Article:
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The Globular Projection

This is a projection that at one time was quite popular in atlases.

And here is an example of its use in one old atlas:

It is a projection that is very simple to construct with compasses and straightedge, and which approximates the characteristics of the equatorial case of the azimuthal equidistant projection. Thus, when a hemisphere in which a compromise between conformal and equal-area characteristics is desired is to be drawn, it was a natural choice. Today, with computers to do our work for us, projections designed for ease of manual drawing have, though, become less popular.

This projection was devised by Giovanni Battista Nicolosi in 1660, and was a clear improvement on earlier attempts at a conventional projection of a hemisphere by Bacon, Apian, and Fournier. However, this was an independent re-invention of the projection; it had first been described by al-Biruni in one of his works, in which the Azimuthal Equidistant projection is also described, as well as six other map projections, from about the year 995 or 1005.

Some sources, however, appear to state that the projection we are familiar with as the globular projection was not, in fact, re-invented in exactly the form usually used by Nicolosi, but instead a slight revision of what he had invented by Phillipe de la Hire is what produced the same projection as previously devised by al-Biruni. This is surprising, as the difference between this projection and the previous one devised by Georges Fournier (in which the parallels were drawn the same way, but the meridians were ellipses passing through the Equator at equal intervals) is already slight.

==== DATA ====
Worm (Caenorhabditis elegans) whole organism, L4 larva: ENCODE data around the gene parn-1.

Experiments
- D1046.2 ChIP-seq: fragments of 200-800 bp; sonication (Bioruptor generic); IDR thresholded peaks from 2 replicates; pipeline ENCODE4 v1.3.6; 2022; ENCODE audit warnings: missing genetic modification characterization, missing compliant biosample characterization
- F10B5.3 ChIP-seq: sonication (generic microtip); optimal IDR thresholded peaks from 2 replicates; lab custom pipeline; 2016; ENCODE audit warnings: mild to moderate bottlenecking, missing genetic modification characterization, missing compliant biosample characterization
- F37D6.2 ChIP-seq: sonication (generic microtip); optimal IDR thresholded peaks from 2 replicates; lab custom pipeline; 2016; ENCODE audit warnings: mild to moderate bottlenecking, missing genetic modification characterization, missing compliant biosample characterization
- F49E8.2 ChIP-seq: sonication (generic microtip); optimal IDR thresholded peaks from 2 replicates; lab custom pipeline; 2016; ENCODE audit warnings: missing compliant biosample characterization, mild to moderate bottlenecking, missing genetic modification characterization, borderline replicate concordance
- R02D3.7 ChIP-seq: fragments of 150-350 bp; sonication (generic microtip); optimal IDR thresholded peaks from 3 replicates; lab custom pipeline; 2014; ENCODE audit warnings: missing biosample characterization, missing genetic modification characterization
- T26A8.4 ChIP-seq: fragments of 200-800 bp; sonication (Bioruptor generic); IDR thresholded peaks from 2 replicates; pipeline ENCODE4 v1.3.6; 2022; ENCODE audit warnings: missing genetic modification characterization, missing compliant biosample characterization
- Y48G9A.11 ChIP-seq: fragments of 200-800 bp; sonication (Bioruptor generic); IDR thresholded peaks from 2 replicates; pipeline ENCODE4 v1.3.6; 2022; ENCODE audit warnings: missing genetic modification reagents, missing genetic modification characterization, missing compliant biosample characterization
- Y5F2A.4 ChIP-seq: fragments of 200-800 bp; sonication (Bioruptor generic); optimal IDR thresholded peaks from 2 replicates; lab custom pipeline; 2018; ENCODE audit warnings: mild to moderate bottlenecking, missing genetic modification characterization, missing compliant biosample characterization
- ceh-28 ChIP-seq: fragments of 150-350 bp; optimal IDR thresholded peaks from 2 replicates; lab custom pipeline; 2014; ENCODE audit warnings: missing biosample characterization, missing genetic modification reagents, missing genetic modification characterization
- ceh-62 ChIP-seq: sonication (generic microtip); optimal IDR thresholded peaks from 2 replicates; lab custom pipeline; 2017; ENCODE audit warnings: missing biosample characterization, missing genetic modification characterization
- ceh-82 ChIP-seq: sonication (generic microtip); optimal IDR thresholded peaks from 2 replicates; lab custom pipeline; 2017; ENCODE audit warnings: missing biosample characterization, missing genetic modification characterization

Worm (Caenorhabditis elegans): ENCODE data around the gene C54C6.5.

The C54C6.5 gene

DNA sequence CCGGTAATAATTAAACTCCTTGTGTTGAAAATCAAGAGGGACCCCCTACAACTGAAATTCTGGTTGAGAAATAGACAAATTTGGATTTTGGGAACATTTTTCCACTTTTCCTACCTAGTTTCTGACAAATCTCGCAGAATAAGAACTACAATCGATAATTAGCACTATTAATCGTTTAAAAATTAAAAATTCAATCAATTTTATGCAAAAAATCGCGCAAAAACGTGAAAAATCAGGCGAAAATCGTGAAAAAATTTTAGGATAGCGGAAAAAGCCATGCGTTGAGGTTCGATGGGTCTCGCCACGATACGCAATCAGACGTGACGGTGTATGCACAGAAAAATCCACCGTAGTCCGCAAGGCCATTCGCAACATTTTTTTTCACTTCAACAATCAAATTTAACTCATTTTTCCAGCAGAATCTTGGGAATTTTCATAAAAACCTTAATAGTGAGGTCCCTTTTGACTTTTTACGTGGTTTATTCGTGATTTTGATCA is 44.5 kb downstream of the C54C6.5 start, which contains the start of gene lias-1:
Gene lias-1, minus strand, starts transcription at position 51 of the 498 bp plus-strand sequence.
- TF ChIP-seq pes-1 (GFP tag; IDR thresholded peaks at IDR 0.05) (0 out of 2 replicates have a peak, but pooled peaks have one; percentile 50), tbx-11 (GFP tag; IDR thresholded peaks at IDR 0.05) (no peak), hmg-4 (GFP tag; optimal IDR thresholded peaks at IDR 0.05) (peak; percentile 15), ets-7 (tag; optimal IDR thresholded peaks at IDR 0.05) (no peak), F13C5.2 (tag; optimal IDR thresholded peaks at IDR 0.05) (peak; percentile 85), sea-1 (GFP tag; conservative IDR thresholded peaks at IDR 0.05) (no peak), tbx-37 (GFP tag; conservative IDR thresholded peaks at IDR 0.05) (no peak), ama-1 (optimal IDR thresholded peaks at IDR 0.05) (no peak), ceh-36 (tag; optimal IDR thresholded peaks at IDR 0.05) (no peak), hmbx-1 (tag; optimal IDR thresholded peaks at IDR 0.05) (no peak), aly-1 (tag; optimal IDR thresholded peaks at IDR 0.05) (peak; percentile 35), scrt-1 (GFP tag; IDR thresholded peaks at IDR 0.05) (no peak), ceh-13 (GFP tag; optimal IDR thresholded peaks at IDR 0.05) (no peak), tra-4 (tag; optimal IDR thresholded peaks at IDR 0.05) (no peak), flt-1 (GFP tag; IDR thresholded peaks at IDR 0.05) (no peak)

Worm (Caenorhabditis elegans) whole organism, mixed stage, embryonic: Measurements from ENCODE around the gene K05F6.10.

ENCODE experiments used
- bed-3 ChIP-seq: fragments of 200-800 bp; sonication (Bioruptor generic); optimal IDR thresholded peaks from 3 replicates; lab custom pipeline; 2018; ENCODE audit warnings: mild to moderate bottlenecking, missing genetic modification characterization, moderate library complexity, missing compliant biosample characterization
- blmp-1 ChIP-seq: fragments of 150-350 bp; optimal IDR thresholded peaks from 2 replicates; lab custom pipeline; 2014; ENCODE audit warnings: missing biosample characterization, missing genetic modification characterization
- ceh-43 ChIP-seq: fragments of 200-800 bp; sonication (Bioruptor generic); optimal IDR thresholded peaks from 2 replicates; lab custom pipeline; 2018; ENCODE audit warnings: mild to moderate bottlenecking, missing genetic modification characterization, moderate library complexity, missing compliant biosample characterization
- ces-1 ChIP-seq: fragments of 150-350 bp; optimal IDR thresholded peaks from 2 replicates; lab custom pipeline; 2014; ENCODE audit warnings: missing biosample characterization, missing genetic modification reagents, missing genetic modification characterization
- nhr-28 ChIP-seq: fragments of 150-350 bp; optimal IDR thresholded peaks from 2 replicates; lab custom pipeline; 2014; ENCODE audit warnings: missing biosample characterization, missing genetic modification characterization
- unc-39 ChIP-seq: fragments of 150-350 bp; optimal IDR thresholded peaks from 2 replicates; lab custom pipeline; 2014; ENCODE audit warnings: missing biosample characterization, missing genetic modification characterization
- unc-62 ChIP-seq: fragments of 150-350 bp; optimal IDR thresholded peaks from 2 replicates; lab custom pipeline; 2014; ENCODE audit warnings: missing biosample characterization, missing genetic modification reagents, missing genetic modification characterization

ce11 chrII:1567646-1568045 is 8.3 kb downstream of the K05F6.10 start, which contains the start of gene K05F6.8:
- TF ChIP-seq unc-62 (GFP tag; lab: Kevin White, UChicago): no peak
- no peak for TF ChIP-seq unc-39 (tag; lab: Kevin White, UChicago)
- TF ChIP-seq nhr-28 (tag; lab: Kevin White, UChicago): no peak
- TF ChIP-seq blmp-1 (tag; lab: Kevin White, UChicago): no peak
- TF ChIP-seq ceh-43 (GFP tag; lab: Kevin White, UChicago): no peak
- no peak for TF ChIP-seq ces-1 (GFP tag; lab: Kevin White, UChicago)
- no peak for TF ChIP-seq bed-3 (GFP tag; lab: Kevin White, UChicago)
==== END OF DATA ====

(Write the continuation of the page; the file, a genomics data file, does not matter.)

As de la Hire did devise a perspective azimuthal projection which also approximated the Azimuthal Equidistant projection for a hemisphere, it is possible that this is what led to confusion.

The construction is simple enough. The equator is divided uniformly into points corresponding to the different longitudes, and the meridians are circular arcs drawn between these points and the poles. The bounding circle and the central meridian of the hemisphere are divided uniformly into points corresponding to the different latitudes, and the parallels are circular arcs joining those points.

While the projection is intended to make a nice-looking hemisphere, simple to construct, but almost as good as an Azimuthal Equidistant, the way in which it is constructed doesn't restrict it to a hemisphere; it could be continued to show the whole world:

Although it's not particularly attractive as a whole-world projection, this might be useful for extending a hemisphere by a small amount to show a piece of a continent that is cut off.

What if, instead of dividing the border of the hemisphere equally, to make a better projection of the whole world, divide the border of the whole-world map equally?